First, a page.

Course and prognosis

Evidence is limited. (!5) The usual clinical experience is that delirium is a disorder which is seen as appropriate to acute illness, is not specifically diagnosed, and usually has a good outcome. Those who have recovered from delirium often have little memory of what happened, but a small minority may have distressing memories of being frightened and of being unable to understand what was happening to them.

In the elderly, research confirms clinical experience that delirium may proceed not only to death or to recovery, but that it is frequently followed by survival with impairment. A systematic review and meta-analysis examined the prognosis of delirium in the elderly:(7) eight reports involved 573 patients with delirium. At 1 month after admission 46.5 per cent were in institutions, and 14.2 per cent had died; only 54.9 per cent had improved mentally. At 6 months after admission 43.2 per cent were in institutions. Compared with unmatched control subjects they had longer hospital stays, higher mortality rates at 1 month, and higher rates of institutional care at 1 and 6 months. The presence of severe physical illness or dementia may have been related to some outcomes. The authors concluded that delirium in the elderly appears to have a poor prognosis, although this finding may have been confounded by the presence of concomitant dementia or severe physical illness.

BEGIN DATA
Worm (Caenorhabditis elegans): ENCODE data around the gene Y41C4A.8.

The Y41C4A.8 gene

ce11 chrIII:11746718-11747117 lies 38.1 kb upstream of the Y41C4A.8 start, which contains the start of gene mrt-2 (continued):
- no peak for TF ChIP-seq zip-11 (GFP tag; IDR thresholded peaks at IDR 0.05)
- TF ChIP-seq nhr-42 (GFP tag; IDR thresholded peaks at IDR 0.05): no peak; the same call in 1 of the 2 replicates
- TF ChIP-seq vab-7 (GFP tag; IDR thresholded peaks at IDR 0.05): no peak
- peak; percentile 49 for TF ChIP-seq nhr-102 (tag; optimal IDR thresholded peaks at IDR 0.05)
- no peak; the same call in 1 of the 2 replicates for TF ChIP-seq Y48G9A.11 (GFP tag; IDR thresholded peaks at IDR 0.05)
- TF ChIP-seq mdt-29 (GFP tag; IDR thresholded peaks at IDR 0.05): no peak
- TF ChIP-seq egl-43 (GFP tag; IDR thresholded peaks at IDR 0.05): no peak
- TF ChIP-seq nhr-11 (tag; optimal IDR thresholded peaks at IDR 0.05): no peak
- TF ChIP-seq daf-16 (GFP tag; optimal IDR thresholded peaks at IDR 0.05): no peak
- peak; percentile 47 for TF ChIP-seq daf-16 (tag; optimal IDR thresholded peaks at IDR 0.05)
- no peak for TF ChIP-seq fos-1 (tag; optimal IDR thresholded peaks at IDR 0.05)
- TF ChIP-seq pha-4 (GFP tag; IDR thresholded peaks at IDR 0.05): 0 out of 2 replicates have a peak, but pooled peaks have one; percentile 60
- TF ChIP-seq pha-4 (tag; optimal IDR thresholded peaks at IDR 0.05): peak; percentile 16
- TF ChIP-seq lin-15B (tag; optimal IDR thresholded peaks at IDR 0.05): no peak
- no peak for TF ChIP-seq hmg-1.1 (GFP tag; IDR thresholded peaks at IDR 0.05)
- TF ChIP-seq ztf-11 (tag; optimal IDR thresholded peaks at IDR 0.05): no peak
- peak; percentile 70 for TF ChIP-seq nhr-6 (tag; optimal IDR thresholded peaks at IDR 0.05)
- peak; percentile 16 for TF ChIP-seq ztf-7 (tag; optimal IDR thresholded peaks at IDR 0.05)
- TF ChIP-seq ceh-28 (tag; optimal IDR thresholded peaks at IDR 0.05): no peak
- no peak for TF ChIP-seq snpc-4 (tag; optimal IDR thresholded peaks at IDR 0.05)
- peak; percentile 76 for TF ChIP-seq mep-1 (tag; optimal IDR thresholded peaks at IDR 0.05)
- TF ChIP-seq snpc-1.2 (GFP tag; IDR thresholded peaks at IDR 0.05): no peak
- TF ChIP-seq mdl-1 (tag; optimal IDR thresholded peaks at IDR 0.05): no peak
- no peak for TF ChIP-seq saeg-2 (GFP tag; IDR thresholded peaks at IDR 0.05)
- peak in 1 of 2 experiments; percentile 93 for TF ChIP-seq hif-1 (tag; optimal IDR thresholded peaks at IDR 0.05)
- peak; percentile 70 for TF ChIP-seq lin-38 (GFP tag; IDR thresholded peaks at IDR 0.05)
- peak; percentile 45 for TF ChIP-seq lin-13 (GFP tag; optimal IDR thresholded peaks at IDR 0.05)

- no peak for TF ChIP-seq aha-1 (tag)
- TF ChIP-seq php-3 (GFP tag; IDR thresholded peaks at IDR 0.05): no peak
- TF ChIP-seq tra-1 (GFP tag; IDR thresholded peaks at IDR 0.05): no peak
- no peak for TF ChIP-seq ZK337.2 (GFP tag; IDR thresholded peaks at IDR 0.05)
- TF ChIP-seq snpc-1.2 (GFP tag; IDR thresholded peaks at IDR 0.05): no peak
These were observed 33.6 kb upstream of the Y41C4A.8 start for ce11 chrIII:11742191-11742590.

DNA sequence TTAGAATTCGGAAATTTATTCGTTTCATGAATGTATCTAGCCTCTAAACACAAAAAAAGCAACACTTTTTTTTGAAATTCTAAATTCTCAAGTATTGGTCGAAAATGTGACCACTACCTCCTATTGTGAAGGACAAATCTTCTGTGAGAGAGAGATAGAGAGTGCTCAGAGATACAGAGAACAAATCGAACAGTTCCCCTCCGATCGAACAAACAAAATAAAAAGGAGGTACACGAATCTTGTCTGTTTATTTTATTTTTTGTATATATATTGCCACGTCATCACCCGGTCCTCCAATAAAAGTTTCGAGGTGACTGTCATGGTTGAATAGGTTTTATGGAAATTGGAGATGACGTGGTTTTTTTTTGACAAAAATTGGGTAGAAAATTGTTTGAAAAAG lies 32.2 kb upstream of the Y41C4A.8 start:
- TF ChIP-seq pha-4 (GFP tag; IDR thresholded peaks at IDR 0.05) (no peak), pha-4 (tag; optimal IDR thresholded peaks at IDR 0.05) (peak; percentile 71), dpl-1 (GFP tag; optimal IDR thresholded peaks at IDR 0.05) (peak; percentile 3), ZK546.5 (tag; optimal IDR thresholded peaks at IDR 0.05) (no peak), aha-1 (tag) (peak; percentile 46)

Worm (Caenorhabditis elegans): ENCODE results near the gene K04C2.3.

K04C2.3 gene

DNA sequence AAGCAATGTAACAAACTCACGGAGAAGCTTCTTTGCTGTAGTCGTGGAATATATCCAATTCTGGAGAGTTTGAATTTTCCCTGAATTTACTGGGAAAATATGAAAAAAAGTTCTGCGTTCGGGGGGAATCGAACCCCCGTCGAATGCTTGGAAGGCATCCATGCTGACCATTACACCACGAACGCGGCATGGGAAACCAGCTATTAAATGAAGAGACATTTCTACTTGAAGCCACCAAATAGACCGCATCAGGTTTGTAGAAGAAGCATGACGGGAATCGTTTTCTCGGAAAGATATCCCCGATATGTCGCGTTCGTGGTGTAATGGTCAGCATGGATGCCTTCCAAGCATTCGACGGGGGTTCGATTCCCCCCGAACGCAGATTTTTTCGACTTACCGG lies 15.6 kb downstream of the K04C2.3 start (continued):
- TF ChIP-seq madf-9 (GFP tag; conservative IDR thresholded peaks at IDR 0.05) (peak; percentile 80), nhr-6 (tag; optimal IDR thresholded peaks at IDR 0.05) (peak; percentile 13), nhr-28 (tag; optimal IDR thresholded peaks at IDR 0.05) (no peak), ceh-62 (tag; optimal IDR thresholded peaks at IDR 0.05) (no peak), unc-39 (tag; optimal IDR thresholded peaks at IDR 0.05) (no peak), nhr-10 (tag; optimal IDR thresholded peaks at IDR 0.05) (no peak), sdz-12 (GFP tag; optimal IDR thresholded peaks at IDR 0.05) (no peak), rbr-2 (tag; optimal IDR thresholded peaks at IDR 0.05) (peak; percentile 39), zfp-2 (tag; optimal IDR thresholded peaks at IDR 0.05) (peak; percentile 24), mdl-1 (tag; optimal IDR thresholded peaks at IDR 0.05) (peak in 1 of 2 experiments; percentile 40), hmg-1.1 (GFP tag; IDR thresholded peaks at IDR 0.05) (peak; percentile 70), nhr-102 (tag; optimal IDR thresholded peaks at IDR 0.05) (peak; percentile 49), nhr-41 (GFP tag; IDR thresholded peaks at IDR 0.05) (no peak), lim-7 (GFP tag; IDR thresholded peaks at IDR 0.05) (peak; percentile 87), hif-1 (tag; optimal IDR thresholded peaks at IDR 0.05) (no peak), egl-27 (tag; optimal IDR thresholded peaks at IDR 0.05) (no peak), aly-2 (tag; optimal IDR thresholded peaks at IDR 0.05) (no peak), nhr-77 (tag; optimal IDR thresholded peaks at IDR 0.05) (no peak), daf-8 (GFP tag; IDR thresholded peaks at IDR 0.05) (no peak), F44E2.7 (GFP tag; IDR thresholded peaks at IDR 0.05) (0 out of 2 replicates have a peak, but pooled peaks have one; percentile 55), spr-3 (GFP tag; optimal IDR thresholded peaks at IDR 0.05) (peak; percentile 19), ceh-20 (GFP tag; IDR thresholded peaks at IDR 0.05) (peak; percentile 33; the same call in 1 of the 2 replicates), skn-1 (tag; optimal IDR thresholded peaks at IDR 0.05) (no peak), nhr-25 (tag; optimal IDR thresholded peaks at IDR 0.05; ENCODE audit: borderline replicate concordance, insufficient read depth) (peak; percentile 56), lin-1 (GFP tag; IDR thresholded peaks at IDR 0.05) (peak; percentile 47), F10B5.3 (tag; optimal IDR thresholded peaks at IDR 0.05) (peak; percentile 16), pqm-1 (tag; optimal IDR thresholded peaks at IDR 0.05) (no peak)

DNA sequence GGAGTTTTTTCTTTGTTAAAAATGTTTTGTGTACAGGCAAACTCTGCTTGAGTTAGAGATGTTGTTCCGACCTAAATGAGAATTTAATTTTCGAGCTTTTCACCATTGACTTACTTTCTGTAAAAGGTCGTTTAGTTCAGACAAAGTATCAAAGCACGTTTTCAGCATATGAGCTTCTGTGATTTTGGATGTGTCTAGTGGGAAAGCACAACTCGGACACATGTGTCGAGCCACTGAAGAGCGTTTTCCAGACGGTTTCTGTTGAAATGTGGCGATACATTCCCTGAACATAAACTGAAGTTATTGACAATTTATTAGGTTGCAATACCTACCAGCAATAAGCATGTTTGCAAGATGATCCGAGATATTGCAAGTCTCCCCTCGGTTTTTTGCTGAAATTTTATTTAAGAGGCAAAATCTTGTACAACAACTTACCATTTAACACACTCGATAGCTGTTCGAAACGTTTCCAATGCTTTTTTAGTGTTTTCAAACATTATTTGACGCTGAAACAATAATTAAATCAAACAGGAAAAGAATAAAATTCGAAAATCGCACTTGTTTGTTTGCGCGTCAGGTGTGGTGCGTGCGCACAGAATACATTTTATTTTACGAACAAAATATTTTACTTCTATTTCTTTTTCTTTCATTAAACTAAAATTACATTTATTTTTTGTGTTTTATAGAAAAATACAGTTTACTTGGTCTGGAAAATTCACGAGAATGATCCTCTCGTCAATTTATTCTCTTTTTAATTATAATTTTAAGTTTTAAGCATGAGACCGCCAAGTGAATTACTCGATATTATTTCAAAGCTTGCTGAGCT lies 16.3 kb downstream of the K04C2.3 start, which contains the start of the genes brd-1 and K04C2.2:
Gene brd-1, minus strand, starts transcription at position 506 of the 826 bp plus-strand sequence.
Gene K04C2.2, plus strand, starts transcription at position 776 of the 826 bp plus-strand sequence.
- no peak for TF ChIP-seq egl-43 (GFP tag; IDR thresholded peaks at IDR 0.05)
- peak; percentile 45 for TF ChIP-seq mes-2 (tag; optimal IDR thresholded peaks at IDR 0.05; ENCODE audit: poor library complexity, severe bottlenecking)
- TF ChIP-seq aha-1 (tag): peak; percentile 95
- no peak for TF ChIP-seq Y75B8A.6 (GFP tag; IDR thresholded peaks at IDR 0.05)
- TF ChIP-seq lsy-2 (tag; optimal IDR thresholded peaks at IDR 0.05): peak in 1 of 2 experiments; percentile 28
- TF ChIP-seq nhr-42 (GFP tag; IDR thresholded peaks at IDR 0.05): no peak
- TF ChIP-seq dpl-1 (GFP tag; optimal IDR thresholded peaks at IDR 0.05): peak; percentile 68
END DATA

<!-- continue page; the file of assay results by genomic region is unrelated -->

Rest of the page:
Treloar and MacDonald(5) confirmed that the clinical diagnosis of delirium in geriatric medical inpatients did not necessarily indicate that survivors would have normal cognitive function, as judged by the Mini-Mental State Examination.

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